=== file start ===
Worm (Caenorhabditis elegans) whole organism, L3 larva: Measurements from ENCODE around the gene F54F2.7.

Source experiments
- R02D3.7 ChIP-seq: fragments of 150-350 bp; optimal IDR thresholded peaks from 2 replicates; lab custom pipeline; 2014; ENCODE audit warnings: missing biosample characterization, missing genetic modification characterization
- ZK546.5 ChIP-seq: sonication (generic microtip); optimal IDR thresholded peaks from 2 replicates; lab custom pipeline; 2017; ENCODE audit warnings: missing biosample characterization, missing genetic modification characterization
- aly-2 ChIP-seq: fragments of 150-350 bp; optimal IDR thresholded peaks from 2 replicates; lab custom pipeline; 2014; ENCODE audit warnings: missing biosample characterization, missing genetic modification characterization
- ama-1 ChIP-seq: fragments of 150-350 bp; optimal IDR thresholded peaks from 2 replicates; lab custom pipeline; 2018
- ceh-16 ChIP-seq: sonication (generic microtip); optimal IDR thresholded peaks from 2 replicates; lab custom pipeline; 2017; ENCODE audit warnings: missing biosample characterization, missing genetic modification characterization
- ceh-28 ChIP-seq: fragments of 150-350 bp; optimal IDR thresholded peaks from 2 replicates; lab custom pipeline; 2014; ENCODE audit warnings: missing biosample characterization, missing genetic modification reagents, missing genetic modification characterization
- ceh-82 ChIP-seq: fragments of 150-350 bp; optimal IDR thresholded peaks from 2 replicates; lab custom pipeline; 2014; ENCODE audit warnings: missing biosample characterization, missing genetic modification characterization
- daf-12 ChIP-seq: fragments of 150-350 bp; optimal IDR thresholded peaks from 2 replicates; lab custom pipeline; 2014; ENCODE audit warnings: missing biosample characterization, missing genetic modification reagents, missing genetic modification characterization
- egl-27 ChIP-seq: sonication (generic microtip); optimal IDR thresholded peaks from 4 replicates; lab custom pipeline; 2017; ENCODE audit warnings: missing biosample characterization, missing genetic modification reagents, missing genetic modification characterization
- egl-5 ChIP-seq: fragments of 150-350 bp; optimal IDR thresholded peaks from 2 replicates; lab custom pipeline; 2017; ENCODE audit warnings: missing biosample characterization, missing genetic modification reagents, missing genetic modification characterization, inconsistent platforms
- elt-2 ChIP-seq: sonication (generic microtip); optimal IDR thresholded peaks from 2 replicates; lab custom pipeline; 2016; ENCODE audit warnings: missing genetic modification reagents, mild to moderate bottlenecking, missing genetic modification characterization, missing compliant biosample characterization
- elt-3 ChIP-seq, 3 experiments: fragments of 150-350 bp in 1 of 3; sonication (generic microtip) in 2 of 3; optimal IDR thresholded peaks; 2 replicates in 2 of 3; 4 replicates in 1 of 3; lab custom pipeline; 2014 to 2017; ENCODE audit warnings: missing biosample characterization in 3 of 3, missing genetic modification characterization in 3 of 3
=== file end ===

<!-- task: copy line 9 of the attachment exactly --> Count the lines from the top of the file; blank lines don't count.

- ceh-82 ChIP-seq: fragments of 150-350 bp; optimal IDR thresholded peaks from 2 replicates; lab custom pipeline; 2014; ENCODE audit warnings: missing biosample characterization, missing genetic modification characterization